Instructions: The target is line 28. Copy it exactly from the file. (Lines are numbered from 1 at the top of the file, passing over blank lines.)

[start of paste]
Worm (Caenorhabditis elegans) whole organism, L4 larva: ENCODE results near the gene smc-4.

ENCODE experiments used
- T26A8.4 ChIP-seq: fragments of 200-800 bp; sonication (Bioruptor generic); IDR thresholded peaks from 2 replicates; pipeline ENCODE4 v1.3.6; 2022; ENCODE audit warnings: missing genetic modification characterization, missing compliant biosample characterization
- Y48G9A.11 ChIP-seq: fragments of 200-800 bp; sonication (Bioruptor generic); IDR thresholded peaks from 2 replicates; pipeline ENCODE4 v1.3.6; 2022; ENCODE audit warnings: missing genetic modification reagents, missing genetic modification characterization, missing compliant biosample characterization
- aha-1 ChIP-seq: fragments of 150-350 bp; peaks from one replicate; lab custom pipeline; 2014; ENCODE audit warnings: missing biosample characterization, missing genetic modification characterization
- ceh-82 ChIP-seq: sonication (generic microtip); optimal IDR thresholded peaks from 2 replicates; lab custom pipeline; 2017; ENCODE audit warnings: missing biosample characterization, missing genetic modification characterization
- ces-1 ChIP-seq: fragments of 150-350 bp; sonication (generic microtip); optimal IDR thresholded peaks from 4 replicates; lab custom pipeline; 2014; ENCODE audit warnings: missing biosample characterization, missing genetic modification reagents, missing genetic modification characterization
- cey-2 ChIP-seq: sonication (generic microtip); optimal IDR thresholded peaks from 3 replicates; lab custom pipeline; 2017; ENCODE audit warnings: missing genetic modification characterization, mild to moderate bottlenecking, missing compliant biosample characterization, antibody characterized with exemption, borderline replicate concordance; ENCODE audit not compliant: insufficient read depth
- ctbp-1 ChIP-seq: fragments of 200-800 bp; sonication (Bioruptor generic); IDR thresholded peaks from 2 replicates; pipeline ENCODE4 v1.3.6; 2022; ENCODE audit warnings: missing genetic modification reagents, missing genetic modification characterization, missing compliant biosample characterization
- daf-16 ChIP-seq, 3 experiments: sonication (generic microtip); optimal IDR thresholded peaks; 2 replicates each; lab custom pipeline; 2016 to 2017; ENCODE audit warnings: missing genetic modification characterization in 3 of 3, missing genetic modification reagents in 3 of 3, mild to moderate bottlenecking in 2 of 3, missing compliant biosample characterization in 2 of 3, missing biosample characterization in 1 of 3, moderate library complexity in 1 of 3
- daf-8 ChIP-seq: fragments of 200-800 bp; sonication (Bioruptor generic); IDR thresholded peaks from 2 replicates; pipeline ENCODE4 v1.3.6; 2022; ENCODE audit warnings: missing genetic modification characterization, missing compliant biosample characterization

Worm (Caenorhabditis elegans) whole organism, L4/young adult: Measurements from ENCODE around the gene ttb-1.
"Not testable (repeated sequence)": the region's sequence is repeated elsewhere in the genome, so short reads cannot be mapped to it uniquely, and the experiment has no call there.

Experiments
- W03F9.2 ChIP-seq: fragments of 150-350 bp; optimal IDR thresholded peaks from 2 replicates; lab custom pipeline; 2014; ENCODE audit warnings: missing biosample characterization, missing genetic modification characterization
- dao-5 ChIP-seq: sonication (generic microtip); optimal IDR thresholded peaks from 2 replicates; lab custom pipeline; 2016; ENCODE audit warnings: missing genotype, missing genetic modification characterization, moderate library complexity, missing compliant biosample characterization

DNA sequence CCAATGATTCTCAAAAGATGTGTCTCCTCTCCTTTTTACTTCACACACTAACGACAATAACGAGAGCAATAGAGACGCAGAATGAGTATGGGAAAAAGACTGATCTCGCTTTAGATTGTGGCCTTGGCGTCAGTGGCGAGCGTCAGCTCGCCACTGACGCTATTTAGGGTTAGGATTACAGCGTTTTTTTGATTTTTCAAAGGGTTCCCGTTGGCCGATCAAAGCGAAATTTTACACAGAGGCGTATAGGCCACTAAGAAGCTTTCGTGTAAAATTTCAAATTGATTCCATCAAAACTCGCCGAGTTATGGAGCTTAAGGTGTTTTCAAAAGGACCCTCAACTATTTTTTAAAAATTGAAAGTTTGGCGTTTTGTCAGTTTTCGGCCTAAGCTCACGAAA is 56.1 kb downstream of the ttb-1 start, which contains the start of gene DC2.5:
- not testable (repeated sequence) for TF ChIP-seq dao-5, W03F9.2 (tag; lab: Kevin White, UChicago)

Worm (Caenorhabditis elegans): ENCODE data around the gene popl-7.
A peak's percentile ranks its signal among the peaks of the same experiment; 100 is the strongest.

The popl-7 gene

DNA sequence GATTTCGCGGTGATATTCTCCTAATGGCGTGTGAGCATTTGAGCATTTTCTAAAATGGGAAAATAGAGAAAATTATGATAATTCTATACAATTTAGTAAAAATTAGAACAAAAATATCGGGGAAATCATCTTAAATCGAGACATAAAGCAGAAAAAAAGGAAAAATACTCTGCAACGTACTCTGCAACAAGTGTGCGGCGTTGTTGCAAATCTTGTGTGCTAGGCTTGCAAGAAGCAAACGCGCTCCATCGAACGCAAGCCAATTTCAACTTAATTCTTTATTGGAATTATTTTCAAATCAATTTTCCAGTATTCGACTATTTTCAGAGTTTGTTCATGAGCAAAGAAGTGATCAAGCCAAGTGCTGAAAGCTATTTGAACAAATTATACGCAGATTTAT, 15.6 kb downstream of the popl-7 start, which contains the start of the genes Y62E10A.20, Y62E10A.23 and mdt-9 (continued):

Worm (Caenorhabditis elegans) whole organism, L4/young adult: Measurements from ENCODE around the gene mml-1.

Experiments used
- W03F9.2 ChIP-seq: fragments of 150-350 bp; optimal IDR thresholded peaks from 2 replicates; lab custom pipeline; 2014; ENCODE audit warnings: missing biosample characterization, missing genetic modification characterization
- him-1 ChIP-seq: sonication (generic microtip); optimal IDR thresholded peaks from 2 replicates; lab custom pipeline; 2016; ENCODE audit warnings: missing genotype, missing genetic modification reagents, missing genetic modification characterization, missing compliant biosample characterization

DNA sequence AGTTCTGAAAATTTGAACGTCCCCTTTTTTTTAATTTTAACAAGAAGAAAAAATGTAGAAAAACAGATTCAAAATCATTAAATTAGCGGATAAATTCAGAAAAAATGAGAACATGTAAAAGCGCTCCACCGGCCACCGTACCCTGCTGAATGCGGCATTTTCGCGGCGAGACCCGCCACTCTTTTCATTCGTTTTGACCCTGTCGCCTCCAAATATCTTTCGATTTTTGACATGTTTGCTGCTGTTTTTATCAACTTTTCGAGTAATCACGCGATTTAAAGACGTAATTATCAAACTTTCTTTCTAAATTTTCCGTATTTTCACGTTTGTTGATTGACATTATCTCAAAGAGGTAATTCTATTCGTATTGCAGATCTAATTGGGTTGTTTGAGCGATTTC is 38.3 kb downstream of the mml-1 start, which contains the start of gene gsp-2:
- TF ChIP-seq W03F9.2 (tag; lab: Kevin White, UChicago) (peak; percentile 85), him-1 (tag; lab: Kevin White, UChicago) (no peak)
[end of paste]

- TF ChIP-seq W03F9.2 (tag; lab: Kevin White, UChicago) (peak; percentile 85), him-1 (tag; lab: Kevin White, UChicago) (no peak)